David C. Plummer (DCP@SCRC-QUABBIN.ARPA)
Wed, 14 May 86 22:09 EDT
Date: Wed, 14 May 86 10:47:27 PDT
From: email@example.com (Bob Braden)
It sounds like another version of the SNA/DECNET free-enterprise protocol
Do you think we should encourage the proliferation of private protocols,
many of them doing the same things? It is clearly in the national
interest (that's us, friends) to promote maximal interconnection of
heterogeneous systems. That is what standards are for.
Until recently, in England there were several different standards for
electric plugs, because each of the 19th century power barons designed
their own. So you bought an appliance with a cord but no plug on the
end, and added the plug necessary for your outlet. Rather like a
configuration file, isn't it?
As a customer, do you think I should buy a software system from a vendor
that did not have the resources to properly document its internal function?
I wonder what kind of maintenance and support I will get with that product.
Example. Symbolics calls its current "private file protocol" NFILE. It
is currently documented in the Release 6.1 Release Notes. We know it to
be far superior to TCP/FTP and pervious file protocols on Lisp Machines.
NFILE is a true file ACCESS protocol as oposed to FTP which is a
transfer protocol. Back then we weren't ready to tout it to the rest of
the world. I'm still not sure we are. The reasons are many. We aren't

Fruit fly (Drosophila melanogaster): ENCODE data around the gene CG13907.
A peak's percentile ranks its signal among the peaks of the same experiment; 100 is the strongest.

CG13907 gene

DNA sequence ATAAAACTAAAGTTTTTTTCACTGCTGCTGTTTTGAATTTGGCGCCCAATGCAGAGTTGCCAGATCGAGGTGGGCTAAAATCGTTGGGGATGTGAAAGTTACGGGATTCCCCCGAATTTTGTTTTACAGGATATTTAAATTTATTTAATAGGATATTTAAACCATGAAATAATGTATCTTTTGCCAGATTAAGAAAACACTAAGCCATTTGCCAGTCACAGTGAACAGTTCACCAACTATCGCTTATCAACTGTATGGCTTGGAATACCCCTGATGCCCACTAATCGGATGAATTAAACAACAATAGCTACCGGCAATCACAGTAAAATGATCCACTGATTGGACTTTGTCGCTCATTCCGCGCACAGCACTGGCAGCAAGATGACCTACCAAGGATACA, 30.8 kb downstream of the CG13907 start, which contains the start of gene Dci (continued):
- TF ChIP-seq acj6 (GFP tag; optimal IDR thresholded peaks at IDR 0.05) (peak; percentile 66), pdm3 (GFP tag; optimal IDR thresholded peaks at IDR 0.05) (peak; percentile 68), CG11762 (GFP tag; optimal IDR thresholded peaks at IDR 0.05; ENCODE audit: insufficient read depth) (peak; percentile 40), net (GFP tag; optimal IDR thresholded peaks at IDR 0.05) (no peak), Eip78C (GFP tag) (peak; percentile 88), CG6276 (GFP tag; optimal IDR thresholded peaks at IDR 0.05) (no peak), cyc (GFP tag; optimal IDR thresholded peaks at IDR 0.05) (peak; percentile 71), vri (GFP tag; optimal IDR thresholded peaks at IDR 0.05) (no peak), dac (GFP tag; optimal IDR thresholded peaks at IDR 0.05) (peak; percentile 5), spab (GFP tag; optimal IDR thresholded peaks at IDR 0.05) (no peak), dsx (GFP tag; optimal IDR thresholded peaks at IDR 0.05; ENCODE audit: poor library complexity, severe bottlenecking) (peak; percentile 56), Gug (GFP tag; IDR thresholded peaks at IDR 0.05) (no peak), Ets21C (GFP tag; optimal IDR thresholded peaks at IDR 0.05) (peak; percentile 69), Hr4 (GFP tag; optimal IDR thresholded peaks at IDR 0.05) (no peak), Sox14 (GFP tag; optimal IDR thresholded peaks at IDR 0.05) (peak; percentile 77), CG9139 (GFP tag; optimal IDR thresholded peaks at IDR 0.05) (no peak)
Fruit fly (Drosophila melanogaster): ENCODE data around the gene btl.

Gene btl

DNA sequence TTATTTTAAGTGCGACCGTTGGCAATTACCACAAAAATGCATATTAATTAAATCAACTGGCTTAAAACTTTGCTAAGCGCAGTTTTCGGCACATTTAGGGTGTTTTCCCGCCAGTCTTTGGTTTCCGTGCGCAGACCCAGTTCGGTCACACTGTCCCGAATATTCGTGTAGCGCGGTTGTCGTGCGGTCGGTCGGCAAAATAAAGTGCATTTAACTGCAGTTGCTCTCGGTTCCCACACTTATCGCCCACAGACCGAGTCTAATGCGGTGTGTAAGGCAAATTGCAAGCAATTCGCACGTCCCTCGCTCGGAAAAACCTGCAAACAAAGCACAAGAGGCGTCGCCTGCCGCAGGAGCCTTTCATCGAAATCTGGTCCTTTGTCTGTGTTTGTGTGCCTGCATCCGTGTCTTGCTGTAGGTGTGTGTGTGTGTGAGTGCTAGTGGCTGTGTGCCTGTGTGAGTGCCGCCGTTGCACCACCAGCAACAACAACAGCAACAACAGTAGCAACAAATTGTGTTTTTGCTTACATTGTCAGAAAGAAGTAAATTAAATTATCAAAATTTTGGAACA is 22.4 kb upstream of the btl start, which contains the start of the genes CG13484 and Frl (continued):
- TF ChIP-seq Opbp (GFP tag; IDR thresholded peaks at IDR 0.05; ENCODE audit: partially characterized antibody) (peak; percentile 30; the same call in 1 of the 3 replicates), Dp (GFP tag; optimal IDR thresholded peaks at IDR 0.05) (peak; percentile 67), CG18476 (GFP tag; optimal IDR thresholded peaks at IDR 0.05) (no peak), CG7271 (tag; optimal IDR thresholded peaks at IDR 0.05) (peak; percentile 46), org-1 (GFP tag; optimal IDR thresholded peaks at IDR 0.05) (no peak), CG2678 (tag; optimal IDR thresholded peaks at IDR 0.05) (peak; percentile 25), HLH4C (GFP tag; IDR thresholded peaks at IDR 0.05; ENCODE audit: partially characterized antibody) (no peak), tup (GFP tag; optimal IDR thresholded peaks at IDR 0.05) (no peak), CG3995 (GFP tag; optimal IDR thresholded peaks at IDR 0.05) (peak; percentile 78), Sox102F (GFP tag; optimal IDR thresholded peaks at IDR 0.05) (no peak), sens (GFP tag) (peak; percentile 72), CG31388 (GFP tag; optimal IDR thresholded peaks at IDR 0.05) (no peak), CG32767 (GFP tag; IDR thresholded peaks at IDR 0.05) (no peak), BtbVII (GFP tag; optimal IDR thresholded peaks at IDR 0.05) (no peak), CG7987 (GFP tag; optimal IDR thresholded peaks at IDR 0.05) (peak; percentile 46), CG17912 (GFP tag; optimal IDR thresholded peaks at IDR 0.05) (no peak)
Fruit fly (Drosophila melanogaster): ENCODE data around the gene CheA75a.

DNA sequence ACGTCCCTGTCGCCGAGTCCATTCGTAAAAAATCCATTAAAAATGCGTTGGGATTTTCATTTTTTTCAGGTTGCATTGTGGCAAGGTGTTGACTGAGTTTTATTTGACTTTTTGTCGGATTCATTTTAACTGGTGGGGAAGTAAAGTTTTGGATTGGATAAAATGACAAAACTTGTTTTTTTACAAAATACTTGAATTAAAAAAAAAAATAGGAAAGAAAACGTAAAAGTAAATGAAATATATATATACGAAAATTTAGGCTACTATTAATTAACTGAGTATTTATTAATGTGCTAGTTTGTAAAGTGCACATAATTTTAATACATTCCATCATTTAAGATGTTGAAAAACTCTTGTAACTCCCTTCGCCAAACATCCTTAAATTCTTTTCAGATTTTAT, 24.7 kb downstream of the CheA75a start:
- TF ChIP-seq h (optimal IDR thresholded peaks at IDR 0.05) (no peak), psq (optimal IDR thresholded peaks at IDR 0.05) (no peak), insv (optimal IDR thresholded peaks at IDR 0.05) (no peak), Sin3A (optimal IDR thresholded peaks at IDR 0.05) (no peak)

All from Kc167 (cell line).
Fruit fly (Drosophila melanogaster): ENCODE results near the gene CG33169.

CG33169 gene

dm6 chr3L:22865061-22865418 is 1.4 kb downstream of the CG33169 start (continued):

sure it is really sufficient. We do know that there are some very
complex operations in it because of the need to handle aborting out of
operations correctly. The generic-file-system model it assumes may not
fit in well with all known system. We also fear that many people will
not understand the need for some of the complexity and will either want
it thrown out because they can't figure out how to implement it, or
won't implement the parts without telling people. (Need I remind people
that Unix TCP/FTP still sends the wrong code for the DELETE operation, I
believe it is.) Companies may be willing to document their protocols to
let others experiment with them. They may not be prepared to solidify
on it or to change it to the whims of the masses. If NFILE replaced
TCP/FTP as the Internet standard, and if we discovered some other
feature that is rather crucial to our system, we would be in the same
ballpark as we are now: a private protocol.
There are sometimes some good reasons not to push private protocols as
standards until all the conditions are right, even though those private
protocols are documented and provide superior functionality.
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